• >>Practicing self-compassion
  • >>Meditating on what’s good in life

1. Make anti-resolutions.

One of the most popular New Year’s Resolutions is to lose weight. Most people start a radical diet or cut back on junk foods only to find themselves caught up in cravings for what they are depriving themselves of. What if, instead, people would make the anti-resolution to try different, healthier foods or pick up a new hobby that keeps them moving? There is an amazing variety of healthy foods to choose from. One could search recipe sites and magazines to find easy, healthy recipes. Or what about taking up a new hobby, like biking or long walks with a dog or loved one?

Instead of putting effort into breaking a bad behavior, put effort into creating a new, healthy habit. This makes it easier to build a new lifestyle without the guilt and shame of breaking resolutions.

2. Let go of the past.

One of the reasons why we can’t move on and change our life is that we refuse to let go of our past mistakes and failures. Let go of the old to move on to the new. God told the Israelites in Isaiah 43:18, “Forget the former things: do not dwell on the past.” Or consider the Turkish proverb, “No matter how far you have gone down a wrong road, turn around.” Holding on to your past mistakes only keeps you focused on the past, it’s time to move on. You can’t move forward while you are looking behind.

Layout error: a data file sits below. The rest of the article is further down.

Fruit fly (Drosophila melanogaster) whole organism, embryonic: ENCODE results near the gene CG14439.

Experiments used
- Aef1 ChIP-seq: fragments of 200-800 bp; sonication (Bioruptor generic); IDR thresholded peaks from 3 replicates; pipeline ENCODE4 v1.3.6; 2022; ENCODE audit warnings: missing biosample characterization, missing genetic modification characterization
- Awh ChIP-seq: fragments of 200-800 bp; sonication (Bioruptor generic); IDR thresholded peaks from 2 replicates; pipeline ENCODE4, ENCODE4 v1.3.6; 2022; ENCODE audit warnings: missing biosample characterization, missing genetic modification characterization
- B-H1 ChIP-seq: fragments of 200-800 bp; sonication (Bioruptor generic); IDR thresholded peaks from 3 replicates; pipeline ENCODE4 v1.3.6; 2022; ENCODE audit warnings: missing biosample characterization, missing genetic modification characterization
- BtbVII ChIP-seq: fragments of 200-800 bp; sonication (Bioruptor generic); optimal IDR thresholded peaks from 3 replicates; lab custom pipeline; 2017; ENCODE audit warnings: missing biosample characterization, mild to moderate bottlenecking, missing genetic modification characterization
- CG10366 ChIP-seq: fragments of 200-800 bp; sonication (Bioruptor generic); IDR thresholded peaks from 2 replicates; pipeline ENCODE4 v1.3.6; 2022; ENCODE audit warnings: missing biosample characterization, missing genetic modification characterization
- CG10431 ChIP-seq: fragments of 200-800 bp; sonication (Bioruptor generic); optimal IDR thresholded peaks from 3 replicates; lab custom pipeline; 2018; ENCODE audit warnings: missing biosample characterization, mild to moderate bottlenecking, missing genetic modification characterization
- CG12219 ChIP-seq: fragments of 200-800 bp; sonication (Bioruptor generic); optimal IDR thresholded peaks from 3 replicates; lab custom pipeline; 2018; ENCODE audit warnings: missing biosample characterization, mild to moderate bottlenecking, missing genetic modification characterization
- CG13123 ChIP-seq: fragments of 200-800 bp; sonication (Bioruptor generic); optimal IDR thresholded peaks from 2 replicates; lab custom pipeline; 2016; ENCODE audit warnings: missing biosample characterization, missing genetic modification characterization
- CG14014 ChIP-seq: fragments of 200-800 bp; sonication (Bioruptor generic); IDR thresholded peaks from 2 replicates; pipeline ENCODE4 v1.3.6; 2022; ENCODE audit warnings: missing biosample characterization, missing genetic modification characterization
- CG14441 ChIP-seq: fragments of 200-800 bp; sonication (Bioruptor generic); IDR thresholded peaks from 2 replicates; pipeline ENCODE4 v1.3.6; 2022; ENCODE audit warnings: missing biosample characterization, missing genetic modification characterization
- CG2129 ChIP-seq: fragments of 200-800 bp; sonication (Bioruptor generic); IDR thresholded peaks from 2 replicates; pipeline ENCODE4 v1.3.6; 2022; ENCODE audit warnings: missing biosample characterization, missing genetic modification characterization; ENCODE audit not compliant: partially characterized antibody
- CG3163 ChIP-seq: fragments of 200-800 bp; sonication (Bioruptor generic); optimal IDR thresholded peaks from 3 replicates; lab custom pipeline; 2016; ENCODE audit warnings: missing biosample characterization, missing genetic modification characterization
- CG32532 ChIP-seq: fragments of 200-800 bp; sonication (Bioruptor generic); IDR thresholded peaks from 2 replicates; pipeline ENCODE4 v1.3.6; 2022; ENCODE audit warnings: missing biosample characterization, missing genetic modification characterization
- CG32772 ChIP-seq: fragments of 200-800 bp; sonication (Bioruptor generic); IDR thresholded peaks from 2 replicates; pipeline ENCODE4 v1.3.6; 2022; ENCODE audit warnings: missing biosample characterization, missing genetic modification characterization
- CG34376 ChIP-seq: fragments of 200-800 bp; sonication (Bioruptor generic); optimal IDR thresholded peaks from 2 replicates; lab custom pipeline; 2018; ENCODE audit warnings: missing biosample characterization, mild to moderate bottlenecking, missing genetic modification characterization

3. Practice self compassion.

The Yoga Sutra 1.33 teaches us about compassion, stating, “We are to have equanimity for those who make mistakes.” We should have the same compassion for ourselves—after all we are only human. We sometimes judge ourselves more harshly than others. This puts us in a vicious cycle of trying to change, failing, beating ourselves up and then going back to the old habit because it was easier.

The golden rule according to most religions of the world is “love your neighbor as yourself,” but you can’t love your neighbor as yourself if you don’t love yourself. Acknowledge that you deserve health and happiness. Recognize the suffering the habit you are trying to change is causing. Celebrate any positive action you have taken to support your change. If you are feeling bad about any setbacks, remind yourself that you are human and mistakes are an important part of the path to change. Remember the fable of the tortoise and the hare. The race doesn’t belong to the fastest runner, but goes to the one with patience and perseverance.

4. Meditate on what’s good.

Concentrate on the good and positive things about your life. Paul says in Philippians 4:8, “Finally, brothers, whatever is true, whatever is noble, whatever is right, whatever is pure, whatever is lovely, whatever is admirable—if anything is excellent or praiseworthy—think about such things.”